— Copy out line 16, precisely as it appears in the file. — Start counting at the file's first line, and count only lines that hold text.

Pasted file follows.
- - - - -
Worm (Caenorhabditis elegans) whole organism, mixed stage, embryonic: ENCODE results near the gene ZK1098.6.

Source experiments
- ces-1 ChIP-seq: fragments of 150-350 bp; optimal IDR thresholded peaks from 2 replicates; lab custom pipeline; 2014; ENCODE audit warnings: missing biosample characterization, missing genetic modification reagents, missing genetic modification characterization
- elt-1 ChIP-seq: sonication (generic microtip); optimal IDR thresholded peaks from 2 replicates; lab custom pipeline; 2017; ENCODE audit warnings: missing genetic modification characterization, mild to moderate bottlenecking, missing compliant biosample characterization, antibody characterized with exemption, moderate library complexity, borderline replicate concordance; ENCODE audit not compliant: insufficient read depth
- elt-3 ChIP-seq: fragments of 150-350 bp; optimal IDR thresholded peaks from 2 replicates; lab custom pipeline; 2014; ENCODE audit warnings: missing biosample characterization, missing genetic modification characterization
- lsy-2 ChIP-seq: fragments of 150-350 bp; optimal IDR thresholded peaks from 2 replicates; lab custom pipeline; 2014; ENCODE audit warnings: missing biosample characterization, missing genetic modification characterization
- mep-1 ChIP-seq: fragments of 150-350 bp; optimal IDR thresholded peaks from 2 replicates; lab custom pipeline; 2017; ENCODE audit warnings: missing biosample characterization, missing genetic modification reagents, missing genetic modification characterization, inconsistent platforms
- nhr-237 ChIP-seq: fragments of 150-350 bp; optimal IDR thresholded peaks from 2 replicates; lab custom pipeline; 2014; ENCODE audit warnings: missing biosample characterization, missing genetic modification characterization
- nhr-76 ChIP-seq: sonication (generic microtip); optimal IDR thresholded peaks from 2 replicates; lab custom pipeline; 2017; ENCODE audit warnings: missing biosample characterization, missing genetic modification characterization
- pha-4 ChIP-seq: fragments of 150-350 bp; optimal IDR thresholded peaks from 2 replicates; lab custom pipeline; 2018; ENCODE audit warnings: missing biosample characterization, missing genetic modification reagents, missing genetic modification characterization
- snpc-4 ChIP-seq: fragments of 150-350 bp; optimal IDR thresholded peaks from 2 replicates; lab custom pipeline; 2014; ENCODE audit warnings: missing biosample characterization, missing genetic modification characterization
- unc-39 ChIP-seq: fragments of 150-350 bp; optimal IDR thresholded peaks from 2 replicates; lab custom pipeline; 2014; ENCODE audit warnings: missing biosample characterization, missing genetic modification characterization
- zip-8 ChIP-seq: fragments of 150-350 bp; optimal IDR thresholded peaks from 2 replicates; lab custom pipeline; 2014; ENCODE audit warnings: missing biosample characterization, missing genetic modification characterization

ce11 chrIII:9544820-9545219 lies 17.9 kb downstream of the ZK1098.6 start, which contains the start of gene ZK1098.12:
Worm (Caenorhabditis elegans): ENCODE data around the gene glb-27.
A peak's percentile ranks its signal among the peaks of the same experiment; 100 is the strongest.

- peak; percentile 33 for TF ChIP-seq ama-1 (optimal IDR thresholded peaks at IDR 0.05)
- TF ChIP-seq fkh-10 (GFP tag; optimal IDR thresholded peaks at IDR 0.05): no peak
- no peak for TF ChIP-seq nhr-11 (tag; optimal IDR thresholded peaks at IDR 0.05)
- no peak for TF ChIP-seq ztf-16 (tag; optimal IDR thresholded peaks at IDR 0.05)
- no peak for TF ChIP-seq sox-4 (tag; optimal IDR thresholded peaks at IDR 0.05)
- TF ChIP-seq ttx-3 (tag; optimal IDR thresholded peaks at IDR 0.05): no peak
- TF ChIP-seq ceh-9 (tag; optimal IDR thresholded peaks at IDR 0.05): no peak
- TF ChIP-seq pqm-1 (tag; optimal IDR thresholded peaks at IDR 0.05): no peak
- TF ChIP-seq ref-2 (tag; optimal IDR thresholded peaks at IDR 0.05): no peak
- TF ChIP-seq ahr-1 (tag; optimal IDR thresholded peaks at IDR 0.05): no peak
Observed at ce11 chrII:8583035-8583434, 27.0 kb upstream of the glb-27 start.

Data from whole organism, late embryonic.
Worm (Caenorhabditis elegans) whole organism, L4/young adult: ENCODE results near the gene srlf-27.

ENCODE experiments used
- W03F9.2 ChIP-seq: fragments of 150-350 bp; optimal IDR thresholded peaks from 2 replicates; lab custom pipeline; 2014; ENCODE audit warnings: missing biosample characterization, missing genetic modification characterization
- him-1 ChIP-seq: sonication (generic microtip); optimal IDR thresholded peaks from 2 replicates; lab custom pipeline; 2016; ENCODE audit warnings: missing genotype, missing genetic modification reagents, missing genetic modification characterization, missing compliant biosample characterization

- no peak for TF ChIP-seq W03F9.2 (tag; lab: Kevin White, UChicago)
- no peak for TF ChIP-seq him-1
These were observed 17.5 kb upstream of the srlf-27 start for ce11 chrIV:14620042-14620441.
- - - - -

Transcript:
A peak's percentile ranks its signal among the peaks of the same experiment; 100 is the strongest.